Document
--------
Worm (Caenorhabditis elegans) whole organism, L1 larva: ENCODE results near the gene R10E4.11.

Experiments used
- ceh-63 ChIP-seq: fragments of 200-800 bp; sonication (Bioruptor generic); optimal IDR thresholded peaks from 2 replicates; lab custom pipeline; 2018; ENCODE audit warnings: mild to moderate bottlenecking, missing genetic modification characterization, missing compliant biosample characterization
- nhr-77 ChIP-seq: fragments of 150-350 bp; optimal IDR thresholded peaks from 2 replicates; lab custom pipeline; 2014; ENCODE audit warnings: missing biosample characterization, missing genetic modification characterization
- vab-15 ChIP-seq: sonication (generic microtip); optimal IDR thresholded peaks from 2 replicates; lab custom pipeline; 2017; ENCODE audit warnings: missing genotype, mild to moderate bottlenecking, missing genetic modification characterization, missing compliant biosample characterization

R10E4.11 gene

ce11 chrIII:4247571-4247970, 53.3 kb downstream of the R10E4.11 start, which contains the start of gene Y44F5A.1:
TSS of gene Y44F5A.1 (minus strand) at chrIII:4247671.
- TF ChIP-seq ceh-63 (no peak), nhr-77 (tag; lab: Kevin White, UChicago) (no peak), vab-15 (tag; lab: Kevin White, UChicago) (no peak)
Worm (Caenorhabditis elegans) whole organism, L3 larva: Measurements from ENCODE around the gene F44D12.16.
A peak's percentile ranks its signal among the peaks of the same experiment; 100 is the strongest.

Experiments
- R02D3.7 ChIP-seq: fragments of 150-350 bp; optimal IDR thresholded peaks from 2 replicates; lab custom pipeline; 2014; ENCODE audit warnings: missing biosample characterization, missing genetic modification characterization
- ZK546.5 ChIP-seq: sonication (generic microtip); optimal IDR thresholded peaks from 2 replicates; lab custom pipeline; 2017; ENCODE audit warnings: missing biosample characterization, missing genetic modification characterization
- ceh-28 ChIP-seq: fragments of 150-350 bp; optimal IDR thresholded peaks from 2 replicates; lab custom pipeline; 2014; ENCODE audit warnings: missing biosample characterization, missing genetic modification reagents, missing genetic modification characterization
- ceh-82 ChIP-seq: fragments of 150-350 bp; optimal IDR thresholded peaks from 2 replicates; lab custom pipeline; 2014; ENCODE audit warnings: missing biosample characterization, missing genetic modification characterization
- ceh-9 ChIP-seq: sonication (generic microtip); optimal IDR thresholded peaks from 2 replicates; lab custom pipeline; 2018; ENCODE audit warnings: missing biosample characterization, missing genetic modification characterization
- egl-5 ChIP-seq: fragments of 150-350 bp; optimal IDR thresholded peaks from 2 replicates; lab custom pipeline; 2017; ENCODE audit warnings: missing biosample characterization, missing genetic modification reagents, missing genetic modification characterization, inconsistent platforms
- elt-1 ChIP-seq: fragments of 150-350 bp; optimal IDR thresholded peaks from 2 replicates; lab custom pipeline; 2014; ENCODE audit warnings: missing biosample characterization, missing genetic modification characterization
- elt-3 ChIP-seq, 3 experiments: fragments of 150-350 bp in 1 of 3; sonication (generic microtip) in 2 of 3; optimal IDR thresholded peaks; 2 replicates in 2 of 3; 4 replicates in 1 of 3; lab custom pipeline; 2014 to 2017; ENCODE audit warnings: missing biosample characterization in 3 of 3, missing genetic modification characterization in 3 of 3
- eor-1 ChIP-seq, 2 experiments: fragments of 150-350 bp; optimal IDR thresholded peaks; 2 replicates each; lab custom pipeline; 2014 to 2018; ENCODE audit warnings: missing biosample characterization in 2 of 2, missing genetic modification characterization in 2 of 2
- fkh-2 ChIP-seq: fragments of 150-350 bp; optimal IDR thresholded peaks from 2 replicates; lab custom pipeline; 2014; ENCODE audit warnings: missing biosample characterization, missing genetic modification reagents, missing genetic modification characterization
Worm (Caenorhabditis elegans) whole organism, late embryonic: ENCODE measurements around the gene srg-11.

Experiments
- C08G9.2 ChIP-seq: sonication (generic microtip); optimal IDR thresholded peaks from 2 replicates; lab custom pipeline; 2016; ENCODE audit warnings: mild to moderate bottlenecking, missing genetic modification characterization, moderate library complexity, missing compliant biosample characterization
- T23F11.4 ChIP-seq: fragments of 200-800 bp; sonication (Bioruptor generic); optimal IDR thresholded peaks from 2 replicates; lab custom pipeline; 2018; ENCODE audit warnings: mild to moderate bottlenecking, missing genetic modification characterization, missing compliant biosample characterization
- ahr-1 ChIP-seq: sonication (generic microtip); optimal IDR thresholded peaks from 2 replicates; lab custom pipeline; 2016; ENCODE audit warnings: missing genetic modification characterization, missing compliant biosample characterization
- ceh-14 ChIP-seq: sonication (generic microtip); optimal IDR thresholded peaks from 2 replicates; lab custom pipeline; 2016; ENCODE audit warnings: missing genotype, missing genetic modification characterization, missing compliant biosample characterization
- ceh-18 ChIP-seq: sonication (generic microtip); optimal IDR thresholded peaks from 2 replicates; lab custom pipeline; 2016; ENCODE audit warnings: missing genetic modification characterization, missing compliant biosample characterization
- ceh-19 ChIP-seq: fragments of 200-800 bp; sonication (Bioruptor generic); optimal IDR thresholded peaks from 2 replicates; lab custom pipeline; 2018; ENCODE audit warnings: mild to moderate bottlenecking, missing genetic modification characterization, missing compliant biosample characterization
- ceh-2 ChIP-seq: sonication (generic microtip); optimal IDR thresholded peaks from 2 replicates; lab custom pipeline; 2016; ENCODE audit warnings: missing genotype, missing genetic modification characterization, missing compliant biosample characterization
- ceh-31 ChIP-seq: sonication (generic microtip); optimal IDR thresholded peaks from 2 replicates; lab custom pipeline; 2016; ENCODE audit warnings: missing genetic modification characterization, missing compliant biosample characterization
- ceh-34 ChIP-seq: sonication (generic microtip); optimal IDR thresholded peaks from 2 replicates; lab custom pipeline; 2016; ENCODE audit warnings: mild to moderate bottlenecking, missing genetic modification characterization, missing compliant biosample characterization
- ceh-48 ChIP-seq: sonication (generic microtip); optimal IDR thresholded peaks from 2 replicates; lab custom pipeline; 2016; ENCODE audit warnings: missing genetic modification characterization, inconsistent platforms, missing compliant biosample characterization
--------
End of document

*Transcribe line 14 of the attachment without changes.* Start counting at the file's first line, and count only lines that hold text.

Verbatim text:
- ZK546.5 ChIP-seq: sonication (generic microtip); optimal IDR thresholded peaks from 2 replicates; lab custom pipeline; 2017; ENCODE audit warnings: missing biosample characterization, missing genetic modification characterization